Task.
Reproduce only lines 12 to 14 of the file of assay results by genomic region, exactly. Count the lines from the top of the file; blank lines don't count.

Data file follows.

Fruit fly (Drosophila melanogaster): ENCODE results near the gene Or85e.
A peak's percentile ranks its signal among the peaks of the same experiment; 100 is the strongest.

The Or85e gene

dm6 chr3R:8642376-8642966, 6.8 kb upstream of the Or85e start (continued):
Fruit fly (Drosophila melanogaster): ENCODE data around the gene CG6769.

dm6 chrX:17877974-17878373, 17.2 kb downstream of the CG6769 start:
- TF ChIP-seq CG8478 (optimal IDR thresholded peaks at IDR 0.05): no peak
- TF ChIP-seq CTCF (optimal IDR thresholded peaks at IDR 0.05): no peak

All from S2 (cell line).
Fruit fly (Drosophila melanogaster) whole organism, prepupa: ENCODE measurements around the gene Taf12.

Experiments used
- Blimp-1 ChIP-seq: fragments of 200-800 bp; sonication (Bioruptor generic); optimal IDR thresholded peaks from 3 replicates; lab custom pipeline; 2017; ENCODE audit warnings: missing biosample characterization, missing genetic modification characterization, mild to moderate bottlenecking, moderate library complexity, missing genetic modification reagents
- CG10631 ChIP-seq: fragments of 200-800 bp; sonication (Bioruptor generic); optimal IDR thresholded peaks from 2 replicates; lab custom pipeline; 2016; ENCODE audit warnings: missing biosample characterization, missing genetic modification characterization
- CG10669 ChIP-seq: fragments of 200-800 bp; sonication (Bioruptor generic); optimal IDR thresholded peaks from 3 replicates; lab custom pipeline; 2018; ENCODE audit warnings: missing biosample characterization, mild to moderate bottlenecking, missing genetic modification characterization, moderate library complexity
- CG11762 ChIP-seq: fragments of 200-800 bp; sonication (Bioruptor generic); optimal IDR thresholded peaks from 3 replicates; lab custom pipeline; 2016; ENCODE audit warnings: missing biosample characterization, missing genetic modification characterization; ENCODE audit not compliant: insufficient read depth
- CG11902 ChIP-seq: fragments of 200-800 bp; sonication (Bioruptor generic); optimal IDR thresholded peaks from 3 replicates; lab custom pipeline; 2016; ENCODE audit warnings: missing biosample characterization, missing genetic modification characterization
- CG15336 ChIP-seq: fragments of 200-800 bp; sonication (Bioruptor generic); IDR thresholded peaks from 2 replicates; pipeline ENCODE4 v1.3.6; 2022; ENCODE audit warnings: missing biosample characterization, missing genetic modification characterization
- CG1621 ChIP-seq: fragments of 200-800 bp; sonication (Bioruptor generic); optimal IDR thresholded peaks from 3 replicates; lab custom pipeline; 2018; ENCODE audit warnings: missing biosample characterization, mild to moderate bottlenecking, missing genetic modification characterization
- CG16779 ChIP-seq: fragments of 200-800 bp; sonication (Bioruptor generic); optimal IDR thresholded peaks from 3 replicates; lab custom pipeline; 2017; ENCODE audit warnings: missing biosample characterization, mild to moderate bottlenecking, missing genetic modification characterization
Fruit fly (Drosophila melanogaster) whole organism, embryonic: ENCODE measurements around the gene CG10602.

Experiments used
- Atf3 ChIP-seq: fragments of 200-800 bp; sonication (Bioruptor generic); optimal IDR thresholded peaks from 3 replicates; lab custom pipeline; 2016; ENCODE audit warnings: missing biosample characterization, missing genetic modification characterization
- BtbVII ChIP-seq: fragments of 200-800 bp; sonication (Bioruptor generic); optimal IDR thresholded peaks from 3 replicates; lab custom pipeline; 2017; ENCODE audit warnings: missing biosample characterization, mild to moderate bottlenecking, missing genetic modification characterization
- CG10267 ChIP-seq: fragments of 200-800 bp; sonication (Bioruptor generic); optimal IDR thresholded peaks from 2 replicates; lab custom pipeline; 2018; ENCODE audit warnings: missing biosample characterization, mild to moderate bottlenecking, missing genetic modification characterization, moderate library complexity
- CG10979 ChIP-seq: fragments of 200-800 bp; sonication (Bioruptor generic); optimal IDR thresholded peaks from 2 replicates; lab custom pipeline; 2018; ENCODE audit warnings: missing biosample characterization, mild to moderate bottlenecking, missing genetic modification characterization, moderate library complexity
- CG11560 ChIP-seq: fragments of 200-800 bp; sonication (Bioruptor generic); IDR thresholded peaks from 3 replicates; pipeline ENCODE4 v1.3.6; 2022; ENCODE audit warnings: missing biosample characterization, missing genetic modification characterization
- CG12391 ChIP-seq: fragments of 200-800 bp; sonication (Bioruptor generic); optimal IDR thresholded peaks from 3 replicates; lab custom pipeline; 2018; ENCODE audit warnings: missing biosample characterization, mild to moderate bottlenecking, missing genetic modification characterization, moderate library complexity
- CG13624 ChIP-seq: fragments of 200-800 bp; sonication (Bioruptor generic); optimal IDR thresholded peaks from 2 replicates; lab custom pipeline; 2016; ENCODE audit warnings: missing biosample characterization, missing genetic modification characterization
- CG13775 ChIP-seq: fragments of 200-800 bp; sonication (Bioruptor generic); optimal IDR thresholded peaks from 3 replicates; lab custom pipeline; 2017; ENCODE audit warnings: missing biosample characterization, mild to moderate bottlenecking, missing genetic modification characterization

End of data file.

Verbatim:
- Blimp-1 ChIP-seq: fragments of 200-800 bp; sonication (Bioruptor generic); optimal IDR thresholded peaks from 3 replicates; lab custom pipeline; 2017; ENCODE audit warnings: missing biosample characterization, missing genetic modification characterization, mild to moderate bottlenecking, moderate library complexity, missing genetic modification reagents
- CG10631 ChIP-seq: fragments of 200-800 bp; sonication (Bioruptor generic); optimal IDR thresholded peaks from 2 replicates; lab custom pipeline; 2016; ENCODE audit warnings: missing biosample characterization, missing genetic modification characterization
- CG10669 ChIP-seq: fragments of 200-800 bp; sonication (Bioruptor generic); optimal IDR thresholded peaks from 3 replicates; lab custom pipeline; 2018; ENCODE audit warnings: missing biosample characterization, mild to moderate bottlenecking, missing genetic modification characterization, moderate library complexity